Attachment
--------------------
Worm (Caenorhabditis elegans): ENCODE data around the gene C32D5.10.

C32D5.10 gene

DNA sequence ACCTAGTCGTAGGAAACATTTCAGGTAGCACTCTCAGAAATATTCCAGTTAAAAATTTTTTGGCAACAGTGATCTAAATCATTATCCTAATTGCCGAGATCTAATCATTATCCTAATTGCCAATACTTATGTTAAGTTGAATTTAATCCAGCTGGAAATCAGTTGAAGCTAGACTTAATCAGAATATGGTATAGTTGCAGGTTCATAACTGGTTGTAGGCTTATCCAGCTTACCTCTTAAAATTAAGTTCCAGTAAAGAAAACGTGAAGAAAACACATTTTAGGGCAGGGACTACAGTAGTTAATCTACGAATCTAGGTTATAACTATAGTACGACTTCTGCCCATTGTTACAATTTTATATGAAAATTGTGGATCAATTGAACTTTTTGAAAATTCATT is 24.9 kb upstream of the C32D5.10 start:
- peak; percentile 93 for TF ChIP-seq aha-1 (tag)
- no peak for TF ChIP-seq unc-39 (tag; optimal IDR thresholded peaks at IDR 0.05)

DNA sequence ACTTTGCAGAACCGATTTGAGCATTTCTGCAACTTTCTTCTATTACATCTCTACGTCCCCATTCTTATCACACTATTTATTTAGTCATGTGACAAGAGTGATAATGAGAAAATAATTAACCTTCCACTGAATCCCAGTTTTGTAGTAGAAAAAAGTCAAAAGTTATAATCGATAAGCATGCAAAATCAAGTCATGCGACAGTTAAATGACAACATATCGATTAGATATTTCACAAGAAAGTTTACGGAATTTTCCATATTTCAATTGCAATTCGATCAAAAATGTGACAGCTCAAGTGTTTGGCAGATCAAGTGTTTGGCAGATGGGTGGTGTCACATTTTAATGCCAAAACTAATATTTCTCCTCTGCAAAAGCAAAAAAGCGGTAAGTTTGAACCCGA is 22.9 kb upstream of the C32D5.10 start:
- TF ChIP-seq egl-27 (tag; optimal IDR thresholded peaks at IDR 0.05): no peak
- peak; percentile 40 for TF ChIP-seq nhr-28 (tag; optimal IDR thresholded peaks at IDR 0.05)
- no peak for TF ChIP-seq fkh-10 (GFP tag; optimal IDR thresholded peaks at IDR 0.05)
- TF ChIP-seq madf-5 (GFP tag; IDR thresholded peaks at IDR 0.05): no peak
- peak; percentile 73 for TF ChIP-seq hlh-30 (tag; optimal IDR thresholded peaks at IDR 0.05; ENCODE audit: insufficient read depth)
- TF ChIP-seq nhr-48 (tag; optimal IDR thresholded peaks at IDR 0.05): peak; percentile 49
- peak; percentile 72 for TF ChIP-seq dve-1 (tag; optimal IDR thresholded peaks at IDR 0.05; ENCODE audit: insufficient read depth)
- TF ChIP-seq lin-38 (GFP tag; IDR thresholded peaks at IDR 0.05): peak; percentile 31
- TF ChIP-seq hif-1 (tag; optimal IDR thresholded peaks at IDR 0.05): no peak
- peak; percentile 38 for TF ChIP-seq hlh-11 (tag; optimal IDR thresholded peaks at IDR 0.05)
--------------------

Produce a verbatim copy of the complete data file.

Worm (Caenorhabditis elegans): ENCODE data around the gene C32D5.10.

C32D5.10 gene

DNA sequence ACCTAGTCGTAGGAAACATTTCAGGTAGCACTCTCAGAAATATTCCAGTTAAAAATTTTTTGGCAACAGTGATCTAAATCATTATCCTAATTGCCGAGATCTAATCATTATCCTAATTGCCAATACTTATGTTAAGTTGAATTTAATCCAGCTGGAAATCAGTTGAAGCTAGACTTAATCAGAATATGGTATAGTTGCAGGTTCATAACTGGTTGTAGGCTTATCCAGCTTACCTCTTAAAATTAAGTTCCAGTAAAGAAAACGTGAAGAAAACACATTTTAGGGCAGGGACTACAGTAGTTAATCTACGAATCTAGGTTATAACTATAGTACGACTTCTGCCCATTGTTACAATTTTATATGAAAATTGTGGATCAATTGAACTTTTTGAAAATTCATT is 24.9 kb upstream of the C32D5.10 start:
- peak; percentile 93 for TF ChIP-seq aha-1 (tag)
- no peak for TF ChIP-seq unc-39 (tag; optimal IDR thresholded peaks at IDR 0.05)

DNA sequence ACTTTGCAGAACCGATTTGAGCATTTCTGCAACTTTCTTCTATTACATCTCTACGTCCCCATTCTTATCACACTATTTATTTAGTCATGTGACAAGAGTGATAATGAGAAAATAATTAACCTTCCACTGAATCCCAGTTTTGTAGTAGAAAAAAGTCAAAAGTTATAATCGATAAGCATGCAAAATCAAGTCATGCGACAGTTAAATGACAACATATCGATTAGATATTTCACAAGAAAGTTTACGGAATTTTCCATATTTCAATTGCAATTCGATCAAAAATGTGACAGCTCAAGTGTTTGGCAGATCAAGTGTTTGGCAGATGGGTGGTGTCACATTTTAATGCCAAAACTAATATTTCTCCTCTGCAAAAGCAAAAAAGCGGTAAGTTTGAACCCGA is 22.9 kb upstream of the C32D5.10 start:
- TF ChIP-seq egl-27 (tag; optimal IDR thresholded peaks at IDR 0.05): no peak
- peak; percentile 40 for TF ChIP-seq nhr-28 (tag; optimal IDR thresholded peaks at IDR 0.05)
- no peak for TF ChIP-seq fkh-10 (GFP tag; optimal IDR thresholded peaks at IDR 0.05)
- TF ChIP-seq madf-5 (GFP tag; IDR thresholded peaks at IDR 0.05): no peak
- peak; percentile 73 for TF ChIP-seq hlh-30 (tag; optimal IDR thresholded peaks at IDR 0.05; ENCODE audit: insufficient read depth)
- TF ChIP-seq nhr-48 (tag; optimal IDR thresholded peaks at IDR 0.05): peak; percentile 49
- peak; percentile 72 for TF ChIP-seq dve-1 (tag; optimal IDR thresholded peaks at IDR 0.05; ENCODE audit: insufficient read depth)
- TF ChIP-seq lin-38 (GFP tag; IDR thresholded peaks at IDR 0.05): peak; percentile 31
- TF ChIP-seq hif-1 (tag; optimal IDR thresholded peaks at IDR 0.05): no peak
- peak; percentile 38 for TF ChIP-seq hlh-11 (tag; optimal IDR thresholded peaks at IDR 0.05)